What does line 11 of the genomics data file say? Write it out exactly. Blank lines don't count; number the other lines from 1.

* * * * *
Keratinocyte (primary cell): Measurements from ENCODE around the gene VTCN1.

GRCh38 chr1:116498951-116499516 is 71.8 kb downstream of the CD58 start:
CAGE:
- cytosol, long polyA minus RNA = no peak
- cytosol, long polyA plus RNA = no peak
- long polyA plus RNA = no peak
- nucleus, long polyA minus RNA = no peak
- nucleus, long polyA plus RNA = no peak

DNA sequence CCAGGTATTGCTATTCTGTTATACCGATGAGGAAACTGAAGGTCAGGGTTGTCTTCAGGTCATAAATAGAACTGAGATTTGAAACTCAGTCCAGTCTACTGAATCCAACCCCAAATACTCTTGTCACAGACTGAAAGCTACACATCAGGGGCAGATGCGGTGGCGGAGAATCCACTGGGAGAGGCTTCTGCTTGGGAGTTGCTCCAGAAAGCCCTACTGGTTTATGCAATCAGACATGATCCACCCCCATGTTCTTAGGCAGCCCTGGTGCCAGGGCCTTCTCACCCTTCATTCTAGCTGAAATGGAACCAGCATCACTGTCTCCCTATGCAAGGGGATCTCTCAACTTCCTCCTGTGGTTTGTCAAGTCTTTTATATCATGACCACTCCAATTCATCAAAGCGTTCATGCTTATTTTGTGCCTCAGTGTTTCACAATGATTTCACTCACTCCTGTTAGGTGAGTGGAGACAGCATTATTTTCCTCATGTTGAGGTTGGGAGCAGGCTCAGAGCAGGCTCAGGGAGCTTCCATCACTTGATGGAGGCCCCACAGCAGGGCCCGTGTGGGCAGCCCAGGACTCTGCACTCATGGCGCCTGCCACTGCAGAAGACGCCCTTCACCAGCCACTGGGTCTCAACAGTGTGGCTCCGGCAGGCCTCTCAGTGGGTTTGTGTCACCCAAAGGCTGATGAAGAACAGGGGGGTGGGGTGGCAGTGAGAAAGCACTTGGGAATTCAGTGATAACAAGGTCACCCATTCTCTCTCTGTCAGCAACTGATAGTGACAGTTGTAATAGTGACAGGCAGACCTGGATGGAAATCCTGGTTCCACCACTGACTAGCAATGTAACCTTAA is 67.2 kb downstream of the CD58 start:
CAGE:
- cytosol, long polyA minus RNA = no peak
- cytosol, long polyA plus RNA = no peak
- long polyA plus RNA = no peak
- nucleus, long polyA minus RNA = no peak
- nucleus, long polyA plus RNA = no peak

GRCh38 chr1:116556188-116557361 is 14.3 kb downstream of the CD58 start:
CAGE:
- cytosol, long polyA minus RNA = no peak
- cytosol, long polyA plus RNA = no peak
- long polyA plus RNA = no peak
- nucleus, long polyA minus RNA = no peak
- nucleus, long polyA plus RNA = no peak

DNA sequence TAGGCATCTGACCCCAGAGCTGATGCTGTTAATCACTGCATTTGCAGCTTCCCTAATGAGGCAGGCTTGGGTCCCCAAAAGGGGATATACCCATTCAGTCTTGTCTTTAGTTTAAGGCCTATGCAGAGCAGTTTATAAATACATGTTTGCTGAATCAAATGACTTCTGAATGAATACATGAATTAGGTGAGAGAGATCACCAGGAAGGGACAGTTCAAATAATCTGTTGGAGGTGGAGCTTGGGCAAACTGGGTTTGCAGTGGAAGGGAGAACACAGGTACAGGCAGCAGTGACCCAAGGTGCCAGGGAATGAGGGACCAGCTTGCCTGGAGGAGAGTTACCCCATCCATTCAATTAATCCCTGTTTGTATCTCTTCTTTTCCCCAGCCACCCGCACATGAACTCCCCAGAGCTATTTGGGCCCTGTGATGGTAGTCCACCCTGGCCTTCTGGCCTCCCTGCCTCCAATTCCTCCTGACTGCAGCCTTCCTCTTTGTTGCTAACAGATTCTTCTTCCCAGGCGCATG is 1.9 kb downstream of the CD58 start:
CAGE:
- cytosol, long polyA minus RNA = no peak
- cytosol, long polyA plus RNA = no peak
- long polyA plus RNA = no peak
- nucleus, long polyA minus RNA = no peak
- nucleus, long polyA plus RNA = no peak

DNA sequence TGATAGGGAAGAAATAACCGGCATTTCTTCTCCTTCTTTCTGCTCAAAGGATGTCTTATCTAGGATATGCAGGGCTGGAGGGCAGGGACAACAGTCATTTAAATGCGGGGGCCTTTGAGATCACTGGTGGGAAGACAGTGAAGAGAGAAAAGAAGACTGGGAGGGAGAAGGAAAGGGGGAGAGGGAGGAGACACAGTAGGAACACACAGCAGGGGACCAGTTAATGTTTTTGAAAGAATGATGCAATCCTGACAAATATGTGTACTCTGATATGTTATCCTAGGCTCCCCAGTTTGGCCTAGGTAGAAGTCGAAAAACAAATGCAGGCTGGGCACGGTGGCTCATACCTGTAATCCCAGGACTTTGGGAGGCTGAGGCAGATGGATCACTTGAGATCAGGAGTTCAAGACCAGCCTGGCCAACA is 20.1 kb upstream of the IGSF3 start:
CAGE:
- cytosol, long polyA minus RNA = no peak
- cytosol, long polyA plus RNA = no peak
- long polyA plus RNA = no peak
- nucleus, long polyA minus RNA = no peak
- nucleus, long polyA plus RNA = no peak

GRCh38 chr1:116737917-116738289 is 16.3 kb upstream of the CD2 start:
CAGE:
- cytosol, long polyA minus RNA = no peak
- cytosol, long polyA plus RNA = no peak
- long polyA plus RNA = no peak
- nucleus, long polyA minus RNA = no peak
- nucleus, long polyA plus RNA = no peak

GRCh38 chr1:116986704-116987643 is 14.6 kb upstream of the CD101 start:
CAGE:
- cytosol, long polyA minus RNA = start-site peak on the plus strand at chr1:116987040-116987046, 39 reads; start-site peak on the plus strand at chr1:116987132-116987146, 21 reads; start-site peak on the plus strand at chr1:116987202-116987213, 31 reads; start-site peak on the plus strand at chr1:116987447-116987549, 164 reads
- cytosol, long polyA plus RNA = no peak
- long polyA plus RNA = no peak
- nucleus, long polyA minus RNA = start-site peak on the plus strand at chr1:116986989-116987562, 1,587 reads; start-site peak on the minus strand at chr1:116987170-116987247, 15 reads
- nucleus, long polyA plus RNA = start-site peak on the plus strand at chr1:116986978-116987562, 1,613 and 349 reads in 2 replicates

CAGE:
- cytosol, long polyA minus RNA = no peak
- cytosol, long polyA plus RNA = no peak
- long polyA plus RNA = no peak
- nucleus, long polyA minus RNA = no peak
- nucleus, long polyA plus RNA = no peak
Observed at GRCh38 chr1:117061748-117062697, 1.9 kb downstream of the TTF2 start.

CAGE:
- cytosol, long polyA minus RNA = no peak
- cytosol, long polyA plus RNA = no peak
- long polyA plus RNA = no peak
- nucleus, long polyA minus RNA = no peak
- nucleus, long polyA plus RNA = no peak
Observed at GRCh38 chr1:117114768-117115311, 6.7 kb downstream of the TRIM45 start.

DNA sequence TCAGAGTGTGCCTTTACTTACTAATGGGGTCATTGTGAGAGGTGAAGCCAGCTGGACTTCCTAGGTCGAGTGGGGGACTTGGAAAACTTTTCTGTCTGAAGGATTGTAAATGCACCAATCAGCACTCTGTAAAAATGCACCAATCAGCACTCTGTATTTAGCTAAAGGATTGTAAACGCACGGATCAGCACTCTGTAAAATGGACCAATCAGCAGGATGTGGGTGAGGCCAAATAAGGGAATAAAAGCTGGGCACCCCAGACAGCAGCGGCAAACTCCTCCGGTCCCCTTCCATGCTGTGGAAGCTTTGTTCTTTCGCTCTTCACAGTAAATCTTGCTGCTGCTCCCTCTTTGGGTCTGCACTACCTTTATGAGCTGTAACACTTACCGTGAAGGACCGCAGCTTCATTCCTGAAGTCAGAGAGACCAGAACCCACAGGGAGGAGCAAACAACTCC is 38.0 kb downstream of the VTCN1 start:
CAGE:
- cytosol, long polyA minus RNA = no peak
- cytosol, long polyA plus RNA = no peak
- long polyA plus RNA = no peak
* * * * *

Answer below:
- cytosol, long polyA minus RNA = no peak